Sea lamprey cruise North Shore rivers as reports of invasive species increase in parts of Lake Superior
Nikolas Rewald tends to feel resentment when a sea lamprey is found in a river on the North Shore.
“Yeah, I take it a bit personally,” he said.
A biologist with the U.S. Fish & Wildlife Service based in Marquette, Michigan, Rewald’s primary focus is killing sea lamprey. He and another Fish & Wildlife researcher, Michael Woodworth, have been on the north shore of Lake Superior for the past few weeks conducting research on sea lamprey larvae in a collection of rivers from the Duluth area to the Brule River. at Judge Magney State Park. The research team was looking for young lampreys in the Brule and other rivers along the North Shore, including the Knife River, to gather evidence of the number of lampreys spawning in these waters. For example, Rewald said he found three different age classes of sea lamprey in the Knife River near Two Harbors this year.
The sea lamprey is an eel-like fish that reaches 12 to 20 inches in length, depending on the Minnesota Department of Natural Resources. The sea lamprey has a nightmarish quality, especially its sucker-like mouth filled with teeth arranged in concentric circles.
Young sea lampreys live in streams or rivers, including places like Poplar and Brule in the WTIP listening area, where they begin life feeding on algae and existing as filter feeders.
Cory Goldsworthy is the Lake Superior Region Fisheries Supervisor for the DNR in Minnesota. He says a wet spring that washed out some of the rivers along the North Shore could impact sea lamprey spawning habitat this year and for years to come.
Sea lamprey larvae spend four to six years in the stream, where they live in a less disturbing state, at least physically speaking, lacking teeth and eyes at this stage of life. They then move on to their parasitic phase and migrate into the open waters of Lake Superior to feed on fish for about 18 months. They feed like a vampire, sucking the blood of lake trout and other fish to which they manage to attach themselves.
Rewald said most people don’t know about the sea lamprey’s life cycle, including people who live near or recreate on Lake Superior.
“Most people don’t even know they’re in streams,” he said. “We deal with a lot of landowners and a lot of them are just shocked that we’re removing lamprey from the creek they’ve lived on all their lives. They never saw them and didn’t know they were there.
Cold water this year in Lake Superior, with surface temperatures slightly above 40 degrees for most of the summer, is impacting the Fish and Wildlife Service’s ability to conduct some lamprey control measures. .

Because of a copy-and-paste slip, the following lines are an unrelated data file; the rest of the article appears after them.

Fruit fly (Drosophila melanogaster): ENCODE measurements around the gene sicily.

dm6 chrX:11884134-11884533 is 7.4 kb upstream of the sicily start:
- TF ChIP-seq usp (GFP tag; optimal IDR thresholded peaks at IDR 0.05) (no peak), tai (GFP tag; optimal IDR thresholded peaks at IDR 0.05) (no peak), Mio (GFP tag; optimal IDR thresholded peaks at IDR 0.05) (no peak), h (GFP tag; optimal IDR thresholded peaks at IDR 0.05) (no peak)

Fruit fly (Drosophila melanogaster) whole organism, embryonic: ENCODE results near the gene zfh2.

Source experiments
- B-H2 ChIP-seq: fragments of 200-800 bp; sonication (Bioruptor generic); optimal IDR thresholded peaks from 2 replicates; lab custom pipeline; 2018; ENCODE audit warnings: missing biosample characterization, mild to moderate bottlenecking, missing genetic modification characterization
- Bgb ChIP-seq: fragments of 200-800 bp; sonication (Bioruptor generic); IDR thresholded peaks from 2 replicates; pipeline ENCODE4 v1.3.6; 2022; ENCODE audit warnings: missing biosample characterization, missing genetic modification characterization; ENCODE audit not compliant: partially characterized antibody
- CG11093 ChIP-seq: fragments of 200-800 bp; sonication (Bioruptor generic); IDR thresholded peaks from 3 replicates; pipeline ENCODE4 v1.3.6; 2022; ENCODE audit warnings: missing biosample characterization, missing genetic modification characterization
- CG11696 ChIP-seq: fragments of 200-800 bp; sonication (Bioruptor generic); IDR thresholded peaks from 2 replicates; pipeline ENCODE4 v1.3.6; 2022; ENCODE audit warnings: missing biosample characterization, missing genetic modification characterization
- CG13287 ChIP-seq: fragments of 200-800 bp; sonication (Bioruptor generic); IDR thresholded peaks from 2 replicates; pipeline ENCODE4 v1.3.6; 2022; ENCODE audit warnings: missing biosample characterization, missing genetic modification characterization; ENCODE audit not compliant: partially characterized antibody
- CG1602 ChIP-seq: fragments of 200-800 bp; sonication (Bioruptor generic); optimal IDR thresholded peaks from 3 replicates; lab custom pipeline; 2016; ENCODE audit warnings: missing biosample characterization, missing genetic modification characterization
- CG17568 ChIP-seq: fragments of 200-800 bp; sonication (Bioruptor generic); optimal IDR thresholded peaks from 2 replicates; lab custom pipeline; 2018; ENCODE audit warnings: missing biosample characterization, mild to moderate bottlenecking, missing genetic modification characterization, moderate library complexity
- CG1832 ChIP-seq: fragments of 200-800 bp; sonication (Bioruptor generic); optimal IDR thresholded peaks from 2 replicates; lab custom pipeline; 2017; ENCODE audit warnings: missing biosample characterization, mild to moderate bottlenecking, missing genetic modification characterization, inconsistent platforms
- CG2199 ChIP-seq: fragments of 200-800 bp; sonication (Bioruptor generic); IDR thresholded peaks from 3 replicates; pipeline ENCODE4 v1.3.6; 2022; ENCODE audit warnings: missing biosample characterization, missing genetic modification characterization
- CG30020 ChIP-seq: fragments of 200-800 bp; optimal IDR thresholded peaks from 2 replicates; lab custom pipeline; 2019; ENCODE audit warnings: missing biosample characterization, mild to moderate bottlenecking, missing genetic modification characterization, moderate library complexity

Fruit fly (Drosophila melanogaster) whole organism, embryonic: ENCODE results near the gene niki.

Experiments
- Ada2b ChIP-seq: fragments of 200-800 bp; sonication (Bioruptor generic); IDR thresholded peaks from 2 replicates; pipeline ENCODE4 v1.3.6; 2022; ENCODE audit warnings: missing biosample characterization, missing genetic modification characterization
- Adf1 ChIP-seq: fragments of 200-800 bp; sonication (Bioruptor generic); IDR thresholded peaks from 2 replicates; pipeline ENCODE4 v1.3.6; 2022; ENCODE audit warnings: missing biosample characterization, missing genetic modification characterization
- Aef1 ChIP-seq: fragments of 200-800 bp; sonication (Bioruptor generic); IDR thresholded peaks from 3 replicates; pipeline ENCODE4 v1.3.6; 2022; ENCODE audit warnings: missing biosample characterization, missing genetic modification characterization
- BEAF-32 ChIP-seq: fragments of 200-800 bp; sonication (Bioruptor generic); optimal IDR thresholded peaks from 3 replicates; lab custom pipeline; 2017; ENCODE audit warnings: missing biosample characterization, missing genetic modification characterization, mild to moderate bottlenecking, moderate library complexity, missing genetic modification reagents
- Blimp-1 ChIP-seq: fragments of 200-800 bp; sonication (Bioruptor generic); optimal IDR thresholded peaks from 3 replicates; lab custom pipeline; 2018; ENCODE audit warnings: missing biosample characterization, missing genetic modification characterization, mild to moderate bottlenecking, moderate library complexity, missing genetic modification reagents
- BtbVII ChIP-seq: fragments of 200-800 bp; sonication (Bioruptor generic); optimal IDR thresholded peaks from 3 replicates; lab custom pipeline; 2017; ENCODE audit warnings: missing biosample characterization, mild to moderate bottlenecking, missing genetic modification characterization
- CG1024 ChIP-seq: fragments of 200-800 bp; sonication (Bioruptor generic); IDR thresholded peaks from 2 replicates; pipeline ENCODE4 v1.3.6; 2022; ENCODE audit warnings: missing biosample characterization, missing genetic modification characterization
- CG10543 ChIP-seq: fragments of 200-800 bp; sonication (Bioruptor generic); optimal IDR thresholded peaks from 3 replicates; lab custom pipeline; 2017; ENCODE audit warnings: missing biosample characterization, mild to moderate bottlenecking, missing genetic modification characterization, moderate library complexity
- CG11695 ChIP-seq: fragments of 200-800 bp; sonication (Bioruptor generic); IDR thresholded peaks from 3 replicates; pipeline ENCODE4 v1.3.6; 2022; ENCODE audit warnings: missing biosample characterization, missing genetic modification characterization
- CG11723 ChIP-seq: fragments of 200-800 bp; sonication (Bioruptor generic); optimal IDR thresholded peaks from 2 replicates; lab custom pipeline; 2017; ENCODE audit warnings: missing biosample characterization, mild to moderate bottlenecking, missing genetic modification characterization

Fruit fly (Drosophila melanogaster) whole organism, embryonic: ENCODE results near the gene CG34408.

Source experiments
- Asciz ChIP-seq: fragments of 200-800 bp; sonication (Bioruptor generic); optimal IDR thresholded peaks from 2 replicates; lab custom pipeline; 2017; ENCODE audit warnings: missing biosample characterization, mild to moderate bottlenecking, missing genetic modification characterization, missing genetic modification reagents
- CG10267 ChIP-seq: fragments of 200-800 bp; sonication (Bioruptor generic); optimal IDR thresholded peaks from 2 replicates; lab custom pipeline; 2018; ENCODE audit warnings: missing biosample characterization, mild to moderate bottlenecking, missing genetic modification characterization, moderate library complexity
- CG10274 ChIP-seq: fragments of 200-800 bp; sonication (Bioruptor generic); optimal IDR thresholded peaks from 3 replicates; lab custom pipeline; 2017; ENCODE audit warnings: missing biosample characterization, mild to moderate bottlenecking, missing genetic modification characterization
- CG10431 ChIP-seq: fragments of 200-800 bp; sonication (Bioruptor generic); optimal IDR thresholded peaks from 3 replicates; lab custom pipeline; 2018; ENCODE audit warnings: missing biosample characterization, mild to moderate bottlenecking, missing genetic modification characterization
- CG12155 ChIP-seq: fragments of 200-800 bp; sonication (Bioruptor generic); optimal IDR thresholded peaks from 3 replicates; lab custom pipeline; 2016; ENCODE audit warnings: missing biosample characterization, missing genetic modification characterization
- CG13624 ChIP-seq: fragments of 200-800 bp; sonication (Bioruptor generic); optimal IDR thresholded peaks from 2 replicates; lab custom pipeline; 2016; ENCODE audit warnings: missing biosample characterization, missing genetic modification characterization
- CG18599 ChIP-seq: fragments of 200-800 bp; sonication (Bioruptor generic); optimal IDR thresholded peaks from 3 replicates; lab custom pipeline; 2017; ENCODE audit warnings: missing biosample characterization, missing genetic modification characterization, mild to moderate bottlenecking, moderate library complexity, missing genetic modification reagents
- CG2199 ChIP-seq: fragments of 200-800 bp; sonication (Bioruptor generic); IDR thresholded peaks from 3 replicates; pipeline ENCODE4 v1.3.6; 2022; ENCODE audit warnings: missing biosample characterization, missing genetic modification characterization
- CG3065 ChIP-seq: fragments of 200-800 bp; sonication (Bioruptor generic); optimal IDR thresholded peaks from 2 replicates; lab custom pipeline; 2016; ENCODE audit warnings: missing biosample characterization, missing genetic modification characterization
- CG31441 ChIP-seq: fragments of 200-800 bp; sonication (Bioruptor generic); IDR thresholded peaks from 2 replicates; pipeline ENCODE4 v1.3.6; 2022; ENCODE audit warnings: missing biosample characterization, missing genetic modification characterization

“We were supposed to do a lot of work this trip, but unfortunately the water in the lake is too cold this year. We cannot use the chemical. We need 12 degrees Celsius water and we’re getting single digits in most of our areas,” Rewald said.
Woodworth observed that most sea lamprey mitigation efforts take place on the south shore of Lake Superior, in the Wisconsin and Michigan rivers that flow into the Great Lake.
Despite the cold water temperatures, the Fish and Wildlife Lamprey Control Team was able to research the number of young lampreys in the Brule. On a recent Saturday morning, Rewald and Woodworth waded into the river equipped with the gear they needed to find young lampreys buried in the sand or silty bottom of the river. Equipped with bags that look like something a ghost hunter might carry, the researchers zapped the larvae with electrofishing gear. The devices have a basket at the end of a 4ft. wand that sends electric currents through the silt and stuns any sea lamprey hiding at the bottom of the river. A series of beeps from the pack on their back indicates that electricity is moving through the water.
The news that young sea lampreys have been discovered in a new section of the Knife River this year is not good news for state, federal and international agencies trying to eliminate or at least heavily control the population of the lake. Superior. Reports of lamprey scarring lake trout along the north coast and waters near Isle Royale are also of concern to federal and state officials.
To hear a full report from the Brule River and interviews with state and federal wildlife officials who work on lamprey control on Lake Superior, listen to the audio feature below.